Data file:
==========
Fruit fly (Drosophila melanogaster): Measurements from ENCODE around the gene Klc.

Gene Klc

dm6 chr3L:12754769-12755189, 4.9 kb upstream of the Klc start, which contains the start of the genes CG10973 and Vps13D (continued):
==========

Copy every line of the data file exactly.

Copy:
Fruit fly (Drosophila melanogaster): Measurements from ENCODE around the gene Klc.

Gene Klc

dm6 chr3L:12754769-12755189, 4.9 kb upstream of the Klc start, which contains the start of the genes CG10973 and Vps13D (continued):